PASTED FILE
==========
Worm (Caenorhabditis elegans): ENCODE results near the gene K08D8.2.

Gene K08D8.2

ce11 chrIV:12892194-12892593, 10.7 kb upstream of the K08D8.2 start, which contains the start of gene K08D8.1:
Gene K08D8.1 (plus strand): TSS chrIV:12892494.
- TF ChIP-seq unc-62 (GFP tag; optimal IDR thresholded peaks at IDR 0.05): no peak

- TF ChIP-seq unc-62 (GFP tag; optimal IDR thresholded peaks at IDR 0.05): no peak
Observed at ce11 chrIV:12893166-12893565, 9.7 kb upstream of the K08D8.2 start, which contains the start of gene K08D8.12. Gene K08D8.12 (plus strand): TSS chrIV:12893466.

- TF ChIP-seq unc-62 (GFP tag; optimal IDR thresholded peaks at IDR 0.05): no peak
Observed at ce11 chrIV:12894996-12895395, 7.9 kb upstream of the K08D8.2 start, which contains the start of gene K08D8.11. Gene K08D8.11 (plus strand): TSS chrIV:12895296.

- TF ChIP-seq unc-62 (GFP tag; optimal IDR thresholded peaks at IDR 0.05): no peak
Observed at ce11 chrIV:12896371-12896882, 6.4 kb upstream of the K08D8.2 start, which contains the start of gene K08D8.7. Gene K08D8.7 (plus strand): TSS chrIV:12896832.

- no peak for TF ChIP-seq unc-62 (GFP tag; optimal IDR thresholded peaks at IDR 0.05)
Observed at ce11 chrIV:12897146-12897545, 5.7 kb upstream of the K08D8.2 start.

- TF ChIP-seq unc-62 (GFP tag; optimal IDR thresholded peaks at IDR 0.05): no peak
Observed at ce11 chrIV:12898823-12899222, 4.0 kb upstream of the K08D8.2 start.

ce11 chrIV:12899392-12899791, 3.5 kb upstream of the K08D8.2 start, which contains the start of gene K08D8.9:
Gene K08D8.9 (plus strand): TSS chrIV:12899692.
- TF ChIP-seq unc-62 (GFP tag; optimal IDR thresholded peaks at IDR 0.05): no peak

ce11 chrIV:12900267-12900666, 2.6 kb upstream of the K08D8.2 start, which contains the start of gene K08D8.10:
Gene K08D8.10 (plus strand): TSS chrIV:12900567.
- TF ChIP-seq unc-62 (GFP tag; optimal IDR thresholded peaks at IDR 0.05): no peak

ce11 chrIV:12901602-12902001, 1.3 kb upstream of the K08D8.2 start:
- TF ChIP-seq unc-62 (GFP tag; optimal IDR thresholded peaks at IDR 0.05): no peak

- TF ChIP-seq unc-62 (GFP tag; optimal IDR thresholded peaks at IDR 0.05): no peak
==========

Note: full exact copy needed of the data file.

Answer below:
Worm (Caenorhabditis elegans): ENCODE results near the gene K08D8.2.

Gene K08D8.2

ce11 chrIV:12892194-12892593, 10.7 kb upstream of the K08D8.2 start, which contains the start of gene K08D8.1:
Gene K08D8.1 (plus strand): TSS chrIV:12892494.
- TF ChIP-seq unc-62 (GFP tag; optimal IDR thresholded peaks at IDR 0.05): no peak

- TF ChIP-seq unc-62 (GFP tag; optimal IDR thresholded peaks at IDR 0.05): no peak
Observed at ce11 chrIV:12893166-12893565, 9.7 kb upstream of the K08D8.2 start, which contains the start of gene K08D8.12. Gene K08D8.12 (plus strand): TSS chrIV:12893466.

- TF ChIP-seq unc-62 (GFP tag; optimal IDR thresholded peaks at IDR 0.05): no peak
Observed at ce11 chrIV:12894996-12895395, 7.9 kb upstream of the K08D8.2 start, which contains the start of gene K08D8.11. Gene K08D8.11 (plus strand): TSS chrIV:12895296.

- TF ChIP-seq unc-62 (GFP tag; optimal IDR thresholded peaks at IDR 0.05): no peak
Observed at ce11 chrIV:12896371-12896882, 6.4 kb upstream of the K08D8.2 start, which contains the start of gene K08D8.7. Gene K08D8.7 (plus strand): TSS chrIV:12896832.

- no peak for TF ChIP-seq unc-62 (GFP tag; optimal IDR thresholded peaks at IDR 0.05)
Observed at ce11 chrIV:12897146-12897545, 5.7 kb upstream of the K08D8.2 start.

- TF ChIP-seq unc-62 (GFP tag; optimal IDR thresholded peaks at IDR 0.05): no peak
Observed at ce11 chrIV:12898823-12899222, 4.0 kb upstream of the K08D8.2 start.

ce11 chrIV:12899392-12899791, 3.5 kb upstream of the K08D8.2 start, which contains the start of gene K08D8.9:
Gene K08D8.9 (plus strand): TSS chrIV:12899692.
- TF ChIP-seq unc-62 (GFP tag; optimal IDR thresholded peaks at IDR 0.05): no peak

ce11 chrIV:12900267-12900666, 2.6 kb upstream of the K08D8.2 start, which contains the start of gene K08D8.10:
Gene K08D8.10 (plus strand): TSS chrIV:12900567.
- TF ChIP-seq unc-62 (GFP tag; optimal IDR thresholded peaks at IDR 0.05): no peak

ce11 chrIV:12901602-12902001, 1.3 kb upstream of the K08D8.2 start:
- TF ChIP-seq unc-62 (GFP tag; optimal IDR thresholded peaks at IDR 0.05): no peak

- TF ChIP-seq unc-62 (GFP tag; optimal IDR thresholded peaks at IDR 0.05): no peak